Amazon is a data company. At least, it is if we’re to go on what the leading figures in tech and ecommerce say. However, I beg to differ. In my opinion, Amazon is not just a data company, but an artificial intelligence company, and without that ingredient their data wouldn’t matter nearly as much as it does to their business today.
In just a few years, Amazon has envisioned and realised countless incredible ambitions with machine learning software that ninety percent of experts fifteen years ago wouldn’t have thought possible. They have single-handedly pushed forwards the entire AI industry and re-designed what we thought the archetype of modern technology was. We need to look no further than our smart Alexa devices, or our product recommendations on amazon.com for proof of this. How did they get here, and what does it mean to be responsible for such a large portion of advances in machine learning?
Amazon uses artificial intelligence in three primary fields of interest. Firstly, machine learning programs work in harmony with Amazon’s baseline business model — selling products online. On the client side, massive algorithms administer the recommendation of personalized products to browsing customers, much in the same way that YouTube’s AI customizes your recommended videos feed to get you to stay on their website/app for as long as possible.
Data is collected from a huge range of mediums. Amazon’s partners connect via API to forward on browsing and interest data for any given customer. Take Google for example. If a Google user hovered their mouse above an ad that the search engine served up linking to an Amazon product, Google could (depending on the user’s privacy settings) sell data to Amazon saying “hey, we showed this person an ad for this product and they were interested”. Amazon feeds that, along with various other data points, into an algorithm that predicts what the customer is likely to purchase.
We see this kind of technology used on hundreds of ecommerce sites nowadays. You can gain enough intel from just a few product searches on a store to gauge what the customer is interested in. What makes Amazon unique is how they’ve assembled an eco-system whereby they can collect data from many different places, such as if a user asked a question to their Amazon Alexa device, or spent longer on one genre of novel on Audible than another. They use this information to recommend products at a remarkable level of precision. It’s why Amazon has been called a “data company, not an ecommerce company”, and their use of machine learning to take advantage of this data has pushed them to the forefront of the artificial intelligence industry.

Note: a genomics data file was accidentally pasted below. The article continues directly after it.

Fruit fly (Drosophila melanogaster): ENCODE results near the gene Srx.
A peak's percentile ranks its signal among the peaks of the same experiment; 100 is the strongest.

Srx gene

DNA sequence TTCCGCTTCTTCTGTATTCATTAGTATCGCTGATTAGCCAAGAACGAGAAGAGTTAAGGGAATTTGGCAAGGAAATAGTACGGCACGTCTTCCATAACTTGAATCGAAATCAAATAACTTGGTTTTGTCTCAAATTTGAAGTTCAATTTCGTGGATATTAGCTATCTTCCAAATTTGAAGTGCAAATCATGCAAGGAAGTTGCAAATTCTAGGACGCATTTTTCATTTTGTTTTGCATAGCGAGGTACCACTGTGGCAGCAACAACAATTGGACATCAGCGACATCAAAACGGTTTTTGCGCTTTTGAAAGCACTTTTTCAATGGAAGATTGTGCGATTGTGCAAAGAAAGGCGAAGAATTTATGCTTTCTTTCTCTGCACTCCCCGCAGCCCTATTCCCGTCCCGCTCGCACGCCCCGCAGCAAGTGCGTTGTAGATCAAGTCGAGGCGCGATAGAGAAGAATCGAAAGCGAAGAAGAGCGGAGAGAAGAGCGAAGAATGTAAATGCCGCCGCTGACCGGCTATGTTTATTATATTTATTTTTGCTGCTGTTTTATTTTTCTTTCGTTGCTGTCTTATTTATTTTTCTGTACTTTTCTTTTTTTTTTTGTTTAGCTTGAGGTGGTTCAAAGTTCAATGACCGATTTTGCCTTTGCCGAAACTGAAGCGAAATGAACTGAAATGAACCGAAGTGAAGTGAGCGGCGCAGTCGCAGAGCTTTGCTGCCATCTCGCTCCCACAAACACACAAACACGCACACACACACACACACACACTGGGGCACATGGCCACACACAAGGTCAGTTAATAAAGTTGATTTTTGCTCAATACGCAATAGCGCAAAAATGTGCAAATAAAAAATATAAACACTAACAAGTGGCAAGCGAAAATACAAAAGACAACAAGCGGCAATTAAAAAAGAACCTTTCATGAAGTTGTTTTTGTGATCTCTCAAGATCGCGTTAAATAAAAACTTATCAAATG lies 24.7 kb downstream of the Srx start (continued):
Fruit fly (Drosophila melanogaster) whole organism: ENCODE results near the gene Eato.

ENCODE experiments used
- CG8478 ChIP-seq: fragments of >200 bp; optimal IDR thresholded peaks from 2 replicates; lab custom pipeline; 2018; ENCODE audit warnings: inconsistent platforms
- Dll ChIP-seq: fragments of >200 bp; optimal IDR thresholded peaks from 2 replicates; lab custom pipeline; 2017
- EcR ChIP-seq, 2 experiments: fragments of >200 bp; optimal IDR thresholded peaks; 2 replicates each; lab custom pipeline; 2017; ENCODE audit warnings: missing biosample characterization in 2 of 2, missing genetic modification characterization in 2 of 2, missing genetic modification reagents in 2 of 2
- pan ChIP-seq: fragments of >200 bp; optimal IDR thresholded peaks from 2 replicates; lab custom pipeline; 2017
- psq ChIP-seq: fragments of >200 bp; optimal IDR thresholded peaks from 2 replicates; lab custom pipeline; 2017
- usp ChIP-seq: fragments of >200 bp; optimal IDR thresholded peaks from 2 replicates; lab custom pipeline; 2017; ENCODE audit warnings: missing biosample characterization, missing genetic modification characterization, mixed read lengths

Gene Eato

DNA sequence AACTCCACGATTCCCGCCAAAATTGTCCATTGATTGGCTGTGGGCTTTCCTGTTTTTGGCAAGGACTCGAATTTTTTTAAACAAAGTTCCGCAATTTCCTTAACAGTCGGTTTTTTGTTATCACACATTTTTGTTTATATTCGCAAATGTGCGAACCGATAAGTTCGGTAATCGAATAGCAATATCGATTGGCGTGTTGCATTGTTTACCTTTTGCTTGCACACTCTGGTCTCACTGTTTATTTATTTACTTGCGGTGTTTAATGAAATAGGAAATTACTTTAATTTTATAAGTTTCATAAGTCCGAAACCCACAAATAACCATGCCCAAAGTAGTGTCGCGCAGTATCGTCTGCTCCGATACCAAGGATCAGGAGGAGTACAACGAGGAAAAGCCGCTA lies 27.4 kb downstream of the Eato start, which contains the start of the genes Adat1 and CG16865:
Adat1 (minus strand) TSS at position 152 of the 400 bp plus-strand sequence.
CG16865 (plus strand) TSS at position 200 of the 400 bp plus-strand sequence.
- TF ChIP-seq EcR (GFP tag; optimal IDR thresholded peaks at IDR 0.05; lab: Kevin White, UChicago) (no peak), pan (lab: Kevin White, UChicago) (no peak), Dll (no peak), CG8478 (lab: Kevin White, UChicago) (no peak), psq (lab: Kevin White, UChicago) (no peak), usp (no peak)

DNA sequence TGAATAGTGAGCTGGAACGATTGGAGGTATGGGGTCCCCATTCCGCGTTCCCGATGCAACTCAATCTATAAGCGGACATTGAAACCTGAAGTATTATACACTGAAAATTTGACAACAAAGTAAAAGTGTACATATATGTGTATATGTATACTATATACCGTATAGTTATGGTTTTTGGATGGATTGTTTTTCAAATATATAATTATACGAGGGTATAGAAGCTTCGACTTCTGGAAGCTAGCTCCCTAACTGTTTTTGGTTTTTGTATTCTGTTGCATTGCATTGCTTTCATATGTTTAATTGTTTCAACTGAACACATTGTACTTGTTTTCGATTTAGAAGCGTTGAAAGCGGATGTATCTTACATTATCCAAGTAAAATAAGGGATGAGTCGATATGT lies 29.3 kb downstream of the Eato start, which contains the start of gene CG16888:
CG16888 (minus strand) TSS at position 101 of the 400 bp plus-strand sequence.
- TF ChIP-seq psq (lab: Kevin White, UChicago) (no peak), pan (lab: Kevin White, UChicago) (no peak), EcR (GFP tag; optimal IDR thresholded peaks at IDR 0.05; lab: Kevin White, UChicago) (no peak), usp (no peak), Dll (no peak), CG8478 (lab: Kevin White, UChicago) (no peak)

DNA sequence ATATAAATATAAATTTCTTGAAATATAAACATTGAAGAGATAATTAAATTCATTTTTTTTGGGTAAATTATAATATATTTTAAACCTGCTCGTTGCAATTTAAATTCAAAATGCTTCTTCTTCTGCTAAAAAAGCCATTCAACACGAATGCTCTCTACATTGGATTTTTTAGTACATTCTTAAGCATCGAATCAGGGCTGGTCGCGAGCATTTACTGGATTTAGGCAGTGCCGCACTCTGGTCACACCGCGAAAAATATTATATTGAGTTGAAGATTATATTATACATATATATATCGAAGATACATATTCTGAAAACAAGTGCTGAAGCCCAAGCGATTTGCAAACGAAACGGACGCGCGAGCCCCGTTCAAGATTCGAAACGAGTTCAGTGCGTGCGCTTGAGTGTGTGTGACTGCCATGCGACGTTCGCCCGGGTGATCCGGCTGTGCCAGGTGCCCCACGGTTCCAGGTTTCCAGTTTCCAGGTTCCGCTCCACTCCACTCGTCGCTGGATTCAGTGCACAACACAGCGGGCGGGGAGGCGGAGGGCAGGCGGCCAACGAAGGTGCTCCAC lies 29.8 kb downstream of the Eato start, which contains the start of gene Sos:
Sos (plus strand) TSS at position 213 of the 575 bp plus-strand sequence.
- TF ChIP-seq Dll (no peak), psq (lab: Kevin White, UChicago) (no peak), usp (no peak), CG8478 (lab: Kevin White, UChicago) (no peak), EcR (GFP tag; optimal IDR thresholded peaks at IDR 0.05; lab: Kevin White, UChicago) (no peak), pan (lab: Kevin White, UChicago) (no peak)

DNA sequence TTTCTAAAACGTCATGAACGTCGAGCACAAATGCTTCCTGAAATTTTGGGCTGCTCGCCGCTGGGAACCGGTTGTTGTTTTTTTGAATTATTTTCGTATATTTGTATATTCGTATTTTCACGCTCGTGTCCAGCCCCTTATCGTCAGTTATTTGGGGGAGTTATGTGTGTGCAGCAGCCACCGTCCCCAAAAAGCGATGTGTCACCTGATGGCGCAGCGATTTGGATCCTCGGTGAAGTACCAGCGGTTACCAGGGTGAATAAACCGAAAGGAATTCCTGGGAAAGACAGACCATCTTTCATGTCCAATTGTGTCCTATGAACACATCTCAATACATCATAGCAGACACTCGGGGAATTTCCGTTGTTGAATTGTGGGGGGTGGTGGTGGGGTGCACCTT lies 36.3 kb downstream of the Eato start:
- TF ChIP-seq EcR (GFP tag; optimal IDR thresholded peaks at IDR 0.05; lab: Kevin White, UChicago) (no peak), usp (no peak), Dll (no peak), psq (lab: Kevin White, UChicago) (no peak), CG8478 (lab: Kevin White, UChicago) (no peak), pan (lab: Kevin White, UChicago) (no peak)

Not only has Amazon mastered the art of getting customers to spend more — and more often — they’ve also become a leading figure in logistics. How exactly? Take a look inside any fulfilment centre and it becomes exceedingly clear. They’re not just using neural networks and reinforcement algorithms to predict products, but also to revolutionise the way they get products to their customers — how to organize, package and ship parcels at astounding rates.
In every row of shelves in an Amazon warehouse, cameras record packages coming and going live to glean information about the warehouse’s output rate and to locate specific products. When one section of a warehouse reaches maximum capacity, the computers find out if another row could be used as backup, and predict which row will be most popular in the coming hours or days to keep the flow of packages going. You can almost see it as a traffic jam-preventing AI, except the cars are parcels and the roads are shelves in Amazon’s warehouses.
There’s even more AI that goes into making Amazon’s warehouses ultra-efficient. As products come and go, deep learning algorithms track buyer trends — once again from a huge range of mediums — to predict which listings will be highest in demand, and then allocate storage and fulfilment slots where needed. A simple example of this in action happens every Christmas season. Amazon’s developers aren’t explicitly telling the fulfilment system that customers buy more baubles and lights in December, the algorithm just knows based on the vast number of inputs it receives from popular trends and buying habits. It then immediately clears out warehouse zones to handle higher capacity.
Last year Amazon began rollout of their Pegasus classification system. It is expected to more accurately and efficiently sort products and organize distribution throughout Amazon’s 175 fulfilment centres. Is it working? A resounding yes; Amazon has gotten better at handling more orders at faster rates year on year — even during the current pandemic.